Transistors are the building blocks of modern electronic devices. They act as electrical switches. In the on position, which represents the ‘1’ of binary digital information, a designated amount of current flows from one side of a semiconductor to the other. In the off position, representing the ‘0’ of binary logic, current ceases to flow.
Researchers at the US National Institute of Standards and Technology (NIST) have revived and improved a once-reliable technique known as charging pumping to identify and count defects in transistors.
The new and improved method is sensitive enough for the most modern, minuscule technology, and is said to provide an accurate assessment of defects that could otherwise impair the performance of transistors and limit the reliability of the chips in which they reside. It has been described in the journal Applied Physics Letters.
Defects in a transistor can interfere with the reliable flow of current and significantly degrade the performance of transistors. These defects could be broken chemical bonds in the transistor material or they could be atomic impurities that trap electrons in the material. Scientists have devised several ways to categorise defects and minimise their impact, tailored to the structure of the transistor under study.
In the traditional design known as the metal oxide semiconductor field effect transistor (MOSFET), a metal electrode called the gate sits atop a thin insulating layer of silicon dioxide. Below the insulating layer lies the interface region that separates the insulating layer and the main body of the semiconductor. In a typical transistor, current travels through a narrow channel, only one billionth of a metre thick, that extends from the source, which lies on one side of the gate, to a ‘drain’ on the other side; the gate controls the amount of current in the channel.
In charge pumping, the examiner alternately pulses the gate with a positive test voltage, then a negative one. (The transistor does not act as an on/off switch during this testing mode.) In traditional charge pumping, the alternating voltage pulses are applied at a single, set frequency.
In the first step of the test, the positive voltage attracts or pumps electrons, which are negatively charged, to the boundary or interface between the gate’s insulating layer and the body of the transistor. Some of the pumped electrons become trapped in defects at the interface, but there are many electrons left over. In the second step, a negative voltage is applied to rid the interface of the excess electrons, leaving only the trapped ones behind. The negative voltage also attracts positive charge carriers, known as ‘holes’, to the region, where they combine with electrons trapped in the defects. This activity generates a current proportional to the number of defects: the greater the output current, the larger the number of defects.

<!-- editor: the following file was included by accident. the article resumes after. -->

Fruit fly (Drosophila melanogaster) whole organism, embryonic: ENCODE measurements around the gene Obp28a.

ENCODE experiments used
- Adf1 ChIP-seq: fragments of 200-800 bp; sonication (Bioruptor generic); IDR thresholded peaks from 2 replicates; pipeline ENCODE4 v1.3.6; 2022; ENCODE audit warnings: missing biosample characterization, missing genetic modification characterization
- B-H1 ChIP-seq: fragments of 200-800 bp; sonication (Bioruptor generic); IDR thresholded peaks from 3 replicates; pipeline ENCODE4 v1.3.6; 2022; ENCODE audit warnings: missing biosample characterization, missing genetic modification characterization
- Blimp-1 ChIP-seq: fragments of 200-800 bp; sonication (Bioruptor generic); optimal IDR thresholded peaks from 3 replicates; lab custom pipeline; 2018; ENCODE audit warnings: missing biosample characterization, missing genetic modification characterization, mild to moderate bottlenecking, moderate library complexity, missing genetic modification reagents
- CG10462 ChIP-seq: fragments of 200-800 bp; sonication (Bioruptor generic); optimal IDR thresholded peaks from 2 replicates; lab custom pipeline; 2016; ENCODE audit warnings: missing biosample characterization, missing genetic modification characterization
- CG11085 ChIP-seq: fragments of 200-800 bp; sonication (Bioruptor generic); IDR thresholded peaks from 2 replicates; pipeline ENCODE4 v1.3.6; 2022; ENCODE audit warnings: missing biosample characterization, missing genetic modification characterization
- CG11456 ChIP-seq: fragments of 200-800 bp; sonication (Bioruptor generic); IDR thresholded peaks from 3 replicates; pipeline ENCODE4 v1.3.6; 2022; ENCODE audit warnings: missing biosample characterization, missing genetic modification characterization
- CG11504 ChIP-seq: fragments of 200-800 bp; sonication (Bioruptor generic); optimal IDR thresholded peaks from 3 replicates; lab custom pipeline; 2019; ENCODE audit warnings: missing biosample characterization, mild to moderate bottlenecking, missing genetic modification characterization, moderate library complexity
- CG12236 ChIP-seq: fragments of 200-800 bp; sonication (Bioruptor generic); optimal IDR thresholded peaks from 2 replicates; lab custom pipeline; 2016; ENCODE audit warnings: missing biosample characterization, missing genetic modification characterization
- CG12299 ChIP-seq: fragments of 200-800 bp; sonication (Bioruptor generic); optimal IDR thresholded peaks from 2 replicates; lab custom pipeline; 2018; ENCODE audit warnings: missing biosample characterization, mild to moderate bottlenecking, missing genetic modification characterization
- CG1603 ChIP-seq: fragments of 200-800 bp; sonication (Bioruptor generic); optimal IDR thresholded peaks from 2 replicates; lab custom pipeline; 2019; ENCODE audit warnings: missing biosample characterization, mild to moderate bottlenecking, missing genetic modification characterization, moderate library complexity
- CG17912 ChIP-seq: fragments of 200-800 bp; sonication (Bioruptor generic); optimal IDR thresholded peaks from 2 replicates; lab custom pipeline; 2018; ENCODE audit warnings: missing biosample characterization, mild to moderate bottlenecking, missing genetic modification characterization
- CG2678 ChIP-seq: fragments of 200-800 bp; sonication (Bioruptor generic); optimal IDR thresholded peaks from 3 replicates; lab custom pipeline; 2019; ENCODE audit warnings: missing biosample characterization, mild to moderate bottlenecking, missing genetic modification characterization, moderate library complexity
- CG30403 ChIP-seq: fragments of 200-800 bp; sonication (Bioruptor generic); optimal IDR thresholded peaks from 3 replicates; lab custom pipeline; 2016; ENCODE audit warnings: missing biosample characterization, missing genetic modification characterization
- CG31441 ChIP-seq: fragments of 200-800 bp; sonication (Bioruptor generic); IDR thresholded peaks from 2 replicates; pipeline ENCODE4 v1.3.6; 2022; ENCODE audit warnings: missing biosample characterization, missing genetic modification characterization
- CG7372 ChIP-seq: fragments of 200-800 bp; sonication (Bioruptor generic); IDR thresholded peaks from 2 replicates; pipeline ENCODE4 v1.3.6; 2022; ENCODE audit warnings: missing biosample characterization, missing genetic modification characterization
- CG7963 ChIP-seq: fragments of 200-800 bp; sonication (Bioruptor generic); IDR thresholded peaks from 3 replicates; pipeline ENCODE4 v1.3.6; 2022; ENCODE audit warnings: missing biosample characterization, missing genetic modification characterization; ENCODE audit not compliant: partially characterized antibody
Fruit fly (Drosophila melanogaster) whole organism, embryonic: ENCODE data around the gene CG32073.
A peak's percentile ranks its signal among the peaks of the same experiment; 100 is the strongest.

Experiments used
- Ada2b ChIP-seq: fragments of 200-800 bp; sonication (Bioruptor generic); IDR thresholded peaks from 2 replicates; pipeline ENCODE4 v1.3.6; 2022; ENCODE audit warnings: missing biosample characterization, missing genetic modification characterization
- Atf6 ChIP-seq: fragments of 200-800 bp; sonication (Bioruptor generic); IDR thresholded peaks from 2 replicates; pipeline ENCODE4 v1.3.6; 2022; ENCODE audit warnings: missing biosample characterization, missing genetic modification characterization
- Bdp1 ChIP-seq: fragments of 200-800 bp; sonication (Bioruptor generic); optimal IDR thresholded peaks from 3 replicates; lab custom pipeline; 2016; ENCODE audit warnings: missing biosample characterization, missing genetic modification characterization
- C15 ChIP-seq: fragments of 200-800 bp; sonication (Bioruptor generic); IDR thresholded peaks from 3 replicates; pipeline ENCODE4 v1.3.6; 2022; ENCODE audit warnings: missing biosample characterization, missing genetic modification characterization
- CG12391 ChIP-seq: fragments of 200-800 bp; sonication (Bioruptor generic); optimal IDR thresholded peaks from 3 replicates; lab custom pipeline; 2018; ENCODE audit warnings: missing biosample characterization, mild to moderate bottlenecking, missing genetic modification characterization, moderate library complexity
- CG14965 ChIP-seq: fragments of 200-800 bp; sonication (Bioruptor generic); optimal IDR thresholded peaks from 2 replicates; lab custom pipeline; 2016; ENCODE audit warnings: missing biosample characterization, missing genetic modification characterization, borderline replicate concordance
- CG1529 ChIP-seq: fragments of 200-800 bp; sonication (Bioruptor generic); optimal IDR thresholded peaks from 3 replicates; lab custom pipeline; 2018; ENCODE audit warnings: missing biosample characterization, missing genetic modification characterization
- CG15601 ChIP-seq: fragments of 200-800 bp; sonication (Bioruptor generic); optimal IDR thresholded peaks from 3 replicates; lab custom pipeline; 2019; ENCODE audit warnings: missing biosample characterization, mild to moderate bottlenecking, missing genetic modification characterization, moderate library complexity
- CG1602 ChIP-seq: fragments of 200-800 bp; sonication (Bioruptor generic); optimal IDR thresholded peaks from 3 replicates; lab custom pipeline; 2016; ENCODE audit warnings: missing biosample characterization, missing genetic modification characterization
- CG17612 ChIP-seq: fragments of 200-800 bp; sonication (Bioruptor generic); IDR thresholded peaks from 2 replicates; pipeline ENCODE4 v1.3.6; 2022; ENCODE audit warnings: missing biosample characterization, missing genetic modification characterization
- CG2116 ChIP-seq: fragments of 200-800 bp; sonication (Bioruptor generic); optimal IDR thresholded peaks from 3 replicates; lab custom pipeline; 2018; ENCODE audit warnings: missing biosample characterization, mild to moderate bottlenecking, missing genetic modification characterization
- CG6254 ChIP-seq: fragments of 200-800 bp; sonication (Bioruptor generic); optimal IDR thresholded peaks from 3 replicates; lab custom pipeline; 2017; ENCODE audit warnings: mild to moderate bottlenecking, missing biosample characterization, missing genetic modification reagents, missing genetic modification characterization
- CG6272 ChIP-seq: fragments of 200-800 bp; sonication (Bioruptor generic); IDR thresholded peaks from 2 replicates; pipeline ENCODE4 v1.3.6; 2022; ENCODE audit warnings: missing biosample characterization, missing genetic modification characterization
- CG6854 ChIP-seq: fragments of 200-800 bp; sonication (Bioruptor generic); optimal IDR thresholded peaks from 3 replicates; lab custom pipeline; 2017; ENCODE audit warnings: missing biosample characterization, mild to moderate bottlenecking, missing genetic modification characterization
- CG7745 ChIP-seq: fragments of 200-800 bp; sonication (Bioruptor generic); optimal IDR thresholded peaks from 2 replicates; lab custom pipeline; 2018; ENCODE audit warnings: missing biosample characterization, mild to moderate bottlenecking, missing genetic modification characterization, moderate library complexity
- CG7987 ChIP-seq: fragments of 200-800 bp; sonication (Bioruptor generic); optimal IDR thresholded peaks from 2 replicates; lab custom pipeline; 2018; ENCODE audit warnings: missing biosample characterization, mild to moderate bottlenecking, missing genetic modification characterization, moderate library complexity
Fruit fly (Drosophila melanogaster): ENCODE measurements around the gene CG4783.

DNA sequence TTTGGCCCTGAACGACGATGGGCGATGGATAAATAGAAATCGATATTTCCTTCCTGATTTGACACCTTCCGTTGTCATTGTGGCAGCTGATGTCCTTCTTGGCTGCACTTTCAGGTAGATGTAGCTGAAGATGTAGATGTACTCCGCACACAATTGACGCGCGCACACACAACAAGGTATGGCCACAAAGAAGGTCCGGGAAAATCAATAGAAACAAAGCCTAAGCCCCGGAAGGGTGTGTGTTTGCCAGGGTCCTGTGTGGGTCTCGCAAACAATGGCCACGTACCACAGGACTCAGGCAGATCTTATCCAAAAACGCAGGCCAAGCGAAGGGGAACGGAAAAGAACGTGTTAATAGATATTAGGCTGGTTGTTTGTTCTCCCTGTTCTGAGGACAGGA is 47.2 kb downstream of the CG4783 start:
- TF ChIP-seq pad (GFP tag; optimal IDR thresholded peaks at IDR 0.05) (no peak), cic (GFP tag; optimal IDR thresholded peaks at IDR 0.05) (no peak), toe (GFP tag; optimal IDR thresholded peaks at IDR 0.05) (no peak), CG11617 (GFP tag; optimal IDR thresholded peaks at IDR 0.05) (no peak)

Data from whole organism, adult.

But while the current used to be a reliable measure of defects, the insulating oxide layer in modern transistors is now too thin — just 10 to 20 hydrogen atoms wide — for the technique to be accurate. This is because, according to quantum theory, electrons and other subatomic particles can never be truly trapped; there’s always some probability they will escape or ‘tunnel’ out of an enclosure or boundary layer. The thinner the material, the higher the probability that electrons will escape, creating a tunnelling current. As transistor dimensions have shrunk, the tunnelling current leaking through the insulating oxide layer made it nearly impossible to detect defects with ordinary charge pumping, leading scientists to all but abandon the technique.
NIST researchers James Ashton, Mark Anders and Jason Ryan have now found a way to salvage the technique so that it not only works for ultrathin transistor components but is also more sensitive, enabling scientists to record signals from a single defect. The solution arose when the scientists came to a key realisation: the current that results from quantum tunnelling remains virtually the same, regardless of the frequency at which charge pumping pulses the positive and negative voltages.
Armed with that knowledge, the team revised the charge pumping technique by alternately applying the method’s positive and negative voltages at two different frequencies rather than the single frequency used in the traditional method. Applying the voltages at two different frequencies gave the researchers two different output currents. By subtracting one output current from the other, the constant signal from the quantum tunnelling current dropped out. With the confounding tunnelling current eliminated, the researchers were able to detect single defects as small as the diameter of a hydrogen atom (one-tenth of a billionth of a metre) and indicate where they’re located in the transistor.
“We’ve given charge pumping a new lease on life,” Ashton said.
“The modulated-frequency technique is now useful for looking at single interface defects, which gives engineers control of single electron charges in a very sensitive measurement scheme.”
Since only one electron is involved, the output current is equal to multiples of the electron’s charge — a fundamental physics constant calculated by NIST and other institutions. And because the method can detect single electrons, it could be used to detect and manipulate a property in each electron known as quantum spin.
Modulated-frequency charge pumping may provide a valuable guide to scientists who are now exploring how electron spin might store and transfer information in a computer of the future. It may also prove useful in quantum metrology, as a potential new way of determining a quantum standard of electrical current.